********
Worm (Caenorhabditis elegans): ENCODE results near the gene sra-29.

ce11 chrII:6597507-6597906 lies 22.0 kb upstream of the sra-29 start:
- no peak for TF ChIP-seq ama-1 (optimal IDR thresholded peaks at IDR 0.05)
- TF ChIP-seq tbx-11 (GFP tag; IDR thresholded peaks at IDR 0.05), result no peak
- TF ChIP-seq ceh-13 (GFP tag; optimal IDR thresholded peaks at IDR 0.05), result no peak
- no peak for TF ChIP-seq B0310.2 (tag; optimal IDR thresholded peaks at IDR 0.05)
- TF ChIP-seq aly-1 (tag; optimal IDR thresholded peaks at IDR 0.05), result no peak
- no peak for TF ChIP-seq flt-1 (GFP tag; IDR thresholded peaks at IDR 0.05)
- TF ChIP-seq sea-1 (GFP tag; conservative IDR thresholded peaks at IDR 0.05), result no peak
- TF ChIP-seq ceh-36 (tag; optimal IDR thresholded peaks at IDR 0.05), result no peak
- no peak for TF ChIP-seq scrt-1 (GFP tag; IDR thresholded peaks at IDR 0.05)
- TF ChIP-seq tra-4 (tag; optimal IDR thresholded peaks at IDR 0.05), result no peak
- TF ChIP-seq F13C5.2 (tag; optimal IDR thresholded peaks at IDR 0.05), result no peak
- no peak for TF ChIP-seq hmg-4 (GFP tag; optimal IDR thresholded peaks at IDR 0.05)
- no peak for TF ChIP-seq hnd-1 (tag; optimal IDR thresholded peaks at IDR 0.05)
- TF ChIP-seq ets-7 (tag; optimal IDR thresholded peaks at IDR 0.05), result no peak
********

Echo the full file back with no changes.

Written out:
Worm (Caenorhabditis elegans): ENCODE results near the gene sra-29.

ce11 chrII:6597507-6597906 lies 22.0 kb upstream of the sra-29 start:
- no peak for TF ChIP-seq ama-1 (optimal IDR thresholded peaks at IDR 0.05)
- TF ChIP-seq tbx-11 (GFP tag; IDR thresholded peaks at IDR 0.05), result no peak
- TF ChIP-seq ceh-13 (GFP tag; optimal IDR thresholded peaks at IDR 0.05), result no peak
- no peak for TF ChIP-seq B0310.2 (tag; optimal IDR thresholded peaks at IDR 0.05)
- TF ChIP-seq aly-1 (tag; optimal IDR thresholded peaks at IDR 0.05), result no peak
- no peak for TF ChIP-seq flt-1 (GFP tag; IDR thresholded peaks at IDR 0.05)
- TF ChIP-seq sea-1 (GFP tag; conservative IDR thresholded peaks at IDR 0.05), result no peak
- TF ChIP-seq ceh-36 (tag; optimal IDR thresholded peaks at IDR 0.05), result no peak
- no peak for TF ChIP-seq scrt-1 (GFP tag; IDR thresholded peaks at IDR 0.05)
- TF ChIP-seq tra-4 (tag; optimal IDR thresholded peaks at IDR 0.05), result no peak
- TF ChIP-seq F13C5.2 (tag; optimal IDR thresholded peaks at IDR 0.05), result no peak
- no peak for TF ChIP-seq hmg-4 (GFP tag; optimal IDR thresholded peaks at IDR 0.05)
- no peak for TF ChIP-seq hnd-1 (tag; optimal IDR thresholded peaks at IDR 0.05)
- TF ChIP-seq ets-7 (tag; optimal IDR thresholded peaks at IDR 0.05), result no peak